It was a rain shower, sixty eight years ago, that started it off. My good father, who could never quite resist the lure of a jumble shop on any occasion, was on his way home without an umbrella when he felt the first drops.
Mr Gittins’ tumbledown store, which offered unsellable leftovers from all around, was conveniently to hand on the street corner and provided an inviting refuge from the rain. It was only after my father had nosed around for a while among the gaudy vases, the trinket boxes and the cups with mismatched saucers that he noticed what old Gittins was up to in the opposite corner, wrapping up a china teapot in old paper. Not any old paper, you must understand, but a copy of the London evening “Star” for February 21st 1818. What is more, lying on a side table in the board-bound annual volume from which fifty copies had already been ripped; two hundred more newspapers lay still, patiently awaiting their fate. Ever with an eye for a bargain, and knowing my schoolboy interest in both history and journalism, my father asked the price of the whole volume. Gittins saw an easy sale in the budding. “Thruppence” he said. And that was that.
I had collected stamps and railway engine numbers because everyone else at school did, but two hundred old newspapers opened a whole new perspective. Here, on one of the crisp white pages, I found elegies still lamenting the death in childbirth, only weeks before, of the unhappy Princess Charlotte, once the hope of the nation. Further down that page, under the heading “Furious Driving” was the tale of a coachman, apprehended by the constables for driving his horses wildly down the Strand. In a report on matters of government there was George Canning, thundering against Parliamentary reform, while for seekers after a bargain the advertising page offered sales by the candle and tempting lots of newly arrived spices from the Indies. The theatrical notices promised an evening with a Goldsmith comedy, while somewhere in Brighton the wretched and obese Prince Regent was putting the finishing touches to his exotic Pavilion and in the meantime pursuing the ladies. I was fascinated; I was hooked; I had suddenly become a hopeless addict to yesterday’s news.
Throughout my life, since that day, I have dragged an ever more voluminous collection of ancient newspapers with me across Europe from one home to another. Early on, I discovered that antiquarian booksellers who would wax exotic over a first edition of Dickens were quite as indifferent to yesterday’s news as old man Gittins had been to whatever old newspapers came his way. Whoever would want them? I did, for one. On a side street in Tunbridge Wells I lighted upon a precious little heap of news pamphlets – the “Newes” and the “Intelligencer” to which Samuel Pepys himself had subscribed in the days of the Plague and the Great Fire – not for threepence this time, but certainly no more than five shillings the lot. I carried them home, wondering as I went how they came to be bundled together with an ancient pink ribbon – could Pepys himself have laid them aside like this? The bookseller a little further down the street was happy to be rid of half a dozen newspapers from the days of the Roundheads and Cavaliers, battling one another in a colourful war of words. Moving two centuries on in my quest, I found a complete newspaper printed in still glittering golden type to mark Victoria’s ascent of the throne. Yet often enough in the years since then, I have found myself venturing back into far earlier times, with a broadside from Amsterdam listing all the ships of the Armada, ready to sail from Spain in 1588, to say nothing of a handwritten newsletter detailing the slaughter in the latest campaign between the Holy Roman Empire and the abominably heathen Turks. And I recall the day when, somewhere in the back streets of Birmingham, I picked up a tiny pamphlet printed by Martin Luther’s followers, relating his ordeal at the Diet of Worms, and culminating in his last words to the tribunal: “Hier stehe ich… Here I stand…”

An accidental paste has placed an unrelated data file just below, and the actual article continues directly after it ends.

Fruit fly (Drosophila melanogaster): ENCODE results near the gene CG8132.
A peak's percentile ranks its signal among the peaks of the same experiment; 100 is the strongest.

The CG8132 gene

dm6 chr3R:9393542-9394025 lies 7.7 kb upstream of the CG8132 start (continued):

I wonder: have we been all too eager to set aside our news heritage? True, many of the great libraries still have their massive collections of old papers, but even they are now tiring of them and of the weight they place on creaking shelves; two such libraries that I know are busily scanning them into flimsy electronic bytes and consigning the originals to damp country barns where they can rot forgotten in peace. So be it: sic transit gloria mundi, as they say. But does it have to be like that? Surely we all deserve an opportunity to take a look, once in a while, at the flow of news as it was wont to be when letterpress reigned solid and supreme. Just take an ancient newspaper in your hands when you have the chance. It has defied the centuries; it is likely to be as fresh and crisp today as it was when it came from the hands of the printer. So come along with me: savour the world of all our yesterdays, black on white; and you will find yourself transported truly back through time, perhaps understanding a little better than ever before what history is all about.
“Essays in Wonder”, a collection of essays and remembrances by Graham Dukes [pub. The London Press, 2012] is available now.